2. Use anti-pattern matching SAST. For SAST tools, when you’re aiming for “good” results, select a next-generation SAST that performs anti-pattern matching (regex looking for known-bad patterns) rather than an original SAST type that performs symbolic execution (running down every possible code outcome, searching for potential flaws and bugs). While the original types of SAST are ideal for creating a perfect application, next-generation SASTs are faster, provide more true positives, and are sometimes quite a bit cheaper as well.

3. Spell out technical requirements. When starting new projects, give your project team a list of expectations, both for technical security requirements and for activities you expect them to participate in as part of the project life cycle. You could create a list once for each type of technology (Web apps, APIs, serverless, infrastructure as code, containers, etc.), then reuse that list for every new project it applies to. This also allows a project manager to schedule time for the security activities to happen so that project teams don’t face unexpected overtime.

4. Run a threat model. During the design phase, reserve one hour with the product owner, the technical leader of the project, and a member of the AppSec team. Perform a simple threat model on your application and implement some of the recommendations from that session.

5. Train people on secure coding. Give your software developers secure coding training. There’s several free or almost-free courses on the Internet for this now, and every bug they help your people avoid creating saves you more time and money than you may realize.

Although this is just a short list of ways to build a scalable and affordable program for creating secure apps, these five suggestions provide a great place to start from or to add to an already existing program to make “good” software.

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Tags: App security by design

Aug 15 2022

How to manage the intersection of Java, security and DevOps at a low complexity cost

Category: App SecurityDISC @ 8:44 am

In this Help Net Security video above, Erik Costlow, Senior Director of Product Management at Azul, talks about Java centric vulnerabilities and the headache they have become for developers everywhere.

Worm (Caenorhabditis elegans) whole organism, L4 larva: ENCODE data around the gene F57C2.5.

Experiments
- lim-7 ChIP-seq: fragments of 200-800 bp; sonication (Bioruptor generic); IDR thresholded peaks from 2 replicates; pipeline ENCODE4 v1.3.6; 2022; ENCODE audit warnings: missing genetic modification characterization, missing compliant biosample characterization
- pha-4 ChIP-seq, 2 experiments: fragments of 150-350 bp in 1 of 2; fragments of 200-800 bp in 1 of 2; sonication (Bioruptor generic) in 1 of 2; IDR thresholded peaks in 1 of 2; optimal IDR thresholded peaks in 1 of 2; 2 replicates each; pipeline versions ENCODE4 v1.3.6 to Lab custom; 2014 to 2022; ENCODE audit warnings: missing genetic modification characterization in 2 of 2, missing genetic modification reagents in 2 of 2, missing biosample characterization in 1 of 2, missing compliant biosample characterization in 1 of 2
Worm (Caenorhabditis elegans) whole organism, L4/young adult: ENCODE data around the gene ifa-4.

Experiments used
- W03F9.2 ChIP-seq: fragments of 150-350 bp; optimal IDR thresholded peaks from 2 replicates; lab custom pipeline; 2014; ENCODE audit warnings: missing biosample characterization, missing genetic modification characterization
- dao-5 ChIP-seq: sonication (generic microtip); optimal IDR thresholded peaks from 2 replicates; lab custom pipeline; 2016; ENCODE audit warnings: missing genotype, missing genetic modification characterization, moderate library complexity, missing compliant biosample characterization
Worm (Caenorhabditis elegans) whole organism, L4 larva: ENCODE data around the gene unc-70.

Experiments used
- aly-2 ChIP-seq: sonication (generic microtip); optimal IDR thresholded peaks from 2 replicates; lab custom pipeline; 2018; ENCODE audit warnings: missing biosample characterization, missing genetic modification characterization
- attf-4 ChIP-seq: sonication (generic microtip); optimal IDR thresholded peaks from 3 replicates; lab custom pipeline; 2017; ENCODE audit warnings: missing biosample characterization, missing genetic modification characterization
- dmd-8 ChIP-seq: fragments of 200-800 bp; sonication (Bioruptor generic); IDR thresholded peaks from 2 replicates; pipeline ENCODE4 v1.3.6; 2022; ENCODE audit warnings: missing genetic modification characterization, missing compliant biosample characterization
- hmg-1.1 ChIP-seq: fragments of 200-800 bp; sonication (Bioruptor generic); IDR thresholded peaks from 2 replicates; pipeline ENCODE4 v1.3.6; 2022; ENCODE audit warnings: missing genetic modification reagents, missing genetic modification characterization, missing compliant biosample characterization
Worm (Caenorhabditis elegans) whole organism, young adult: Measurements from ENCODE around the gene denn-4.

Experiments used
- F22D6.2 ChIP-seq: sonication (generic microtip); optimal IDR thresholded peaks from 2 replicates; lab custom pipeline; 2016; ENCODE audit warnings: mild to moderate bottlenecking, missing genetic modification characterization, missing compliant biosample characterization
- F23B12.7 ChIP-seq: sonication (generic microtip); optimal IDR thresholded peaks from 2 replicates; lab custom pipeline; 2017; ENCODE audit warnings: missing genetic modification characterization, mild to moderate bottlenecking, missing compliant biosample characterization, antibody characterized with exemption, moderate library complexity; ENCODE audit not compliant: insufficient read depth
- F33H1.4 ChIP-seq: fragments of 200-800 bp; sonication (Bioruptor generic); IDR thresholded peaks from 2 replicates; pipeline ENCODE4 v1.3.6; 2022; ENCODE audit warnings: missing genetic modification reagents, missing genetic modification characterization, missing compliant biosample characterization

He touches on the need for putting security back into DevOps and how developers can better navigate vulnerabilities that are taking up all of their efforts and keeping them from being able to focus on the task at hand.


Microservices Security in Action: Design secure network and API endpoint security for Microservices applications, with examples using Java, Kubernetes, and Istio

Tags: DevOps, Java Security

Aug 05 2022

Software Bill of Material and Vulnerability Management Blind Spots

Category: App Security,Security vulnerabilitiesDISC @ 9:29 am

Software Bill of Material and Vulnerability Management Blind Spots

Open source software is everywhere (which is not a bad thing in itself). However, many buyers don’t have inventory of open source components included in software products they are buying. Business even fail in keeping tack of open source components used in internally developed applications. As a result, vulnerability management programs have blind spots.

Take an inventory of open source software (standalone and libraries) and make it part of your vulnerability management program.

Why it matters:

  1. Use of open source software is not bad in itself. Everyone uses open source software. The biggest examples are Linux and Apache server.